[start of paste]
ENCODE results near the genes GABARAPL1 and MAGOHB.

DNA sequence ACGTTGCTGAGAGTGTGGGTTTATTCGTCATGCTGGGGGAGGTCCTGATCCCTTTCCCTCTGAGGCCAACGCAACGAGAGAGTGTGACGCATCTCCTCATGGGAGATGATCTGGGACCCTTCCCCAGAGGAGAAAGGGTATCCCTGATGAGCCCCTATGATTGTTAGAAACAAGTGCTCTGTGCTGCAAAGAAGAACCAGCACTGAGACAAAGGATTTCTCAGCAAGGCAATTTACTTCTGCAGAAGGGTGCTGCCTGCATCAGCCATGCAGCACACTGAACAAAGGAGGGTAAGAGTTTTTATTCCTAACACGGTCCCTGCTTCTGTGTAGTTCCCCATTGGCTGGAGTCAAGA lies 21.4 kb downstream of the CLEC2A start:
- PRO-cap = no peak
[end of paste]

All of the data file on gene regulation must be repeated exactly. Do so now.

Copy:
ENCODE results near the genes GABARAPL1 and MAGOHB.

DNA sequence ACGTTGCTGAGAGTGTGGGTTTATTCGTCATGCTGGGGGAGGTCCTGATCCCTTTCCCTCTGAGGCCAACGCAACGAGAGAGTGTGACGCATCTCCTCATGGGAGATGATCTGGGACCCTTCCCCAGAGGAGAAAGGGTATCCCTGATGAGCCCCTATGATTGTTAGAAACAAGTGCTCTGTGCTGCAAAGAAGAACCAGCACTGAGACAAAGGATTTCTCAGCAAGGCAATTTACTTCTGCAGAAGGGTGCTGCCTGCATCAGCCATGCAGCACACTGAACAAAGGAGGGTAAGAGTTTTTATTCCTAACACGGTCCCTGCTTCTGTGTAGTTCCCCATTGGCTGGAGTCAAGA lies 21.4 kb downstream of the CLEC2A start:
- PRO-cap = no peak